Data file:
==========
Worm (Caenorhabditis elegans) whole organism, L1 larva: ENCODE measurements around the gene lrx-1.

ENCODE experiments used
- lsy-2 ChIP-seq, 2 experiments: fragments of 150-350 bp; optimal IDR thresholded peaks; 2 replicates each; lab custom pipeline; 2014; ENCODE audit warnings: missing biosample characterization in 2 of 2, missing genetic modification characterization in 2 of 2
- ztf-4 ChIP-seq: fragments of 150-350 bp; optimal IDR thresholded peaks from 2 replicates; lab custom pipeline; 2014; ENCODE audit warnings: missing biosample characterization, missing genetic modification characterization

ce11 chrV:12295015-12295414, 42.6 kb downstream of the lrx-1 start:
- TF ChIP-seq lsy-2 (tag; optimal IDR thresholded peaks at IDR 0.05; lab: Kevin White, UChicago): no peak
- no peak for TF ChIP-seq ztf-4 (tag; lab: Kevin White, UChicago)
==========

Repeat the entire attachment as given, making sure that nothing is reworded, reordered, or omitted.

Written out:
Worm (Caenorhabditis elegans) whole organism, L1 larva: ENCODE measurements around the gene lrx-1.

ENCODE experiments used
- lsy-2 ChIP-seq, 2 experiments: fragments of 150-350 bp; optimal IDR thresholded peaks; 2 replicates each; lab custom pipeline; 2014; ENCODE audit warnings: missing biosample characterization in 2 of 2, missing genetic modification characterization in 2 of 2
- ztf-4 ChIP-seq: fragments of 150-350 bp; optimal IDR thresholded peaks from 2 replicates; lab custom pipeline; 2014; ENCODE audit warnings: missing biosample characterization, missing genetic modification characterization

ce11 chrV:12295015-12295414, 42.6 kb downstream of the lrx-1 start:
- TF ChIP-seq lsy-2 (tag; optimal IDR thresholded peaks at IDR 0.05; lab: Kevin White, UChicago): no peak
- no peak for TF ChIP-seq ztf-4 (tag; lab: Kevin White, UChicago)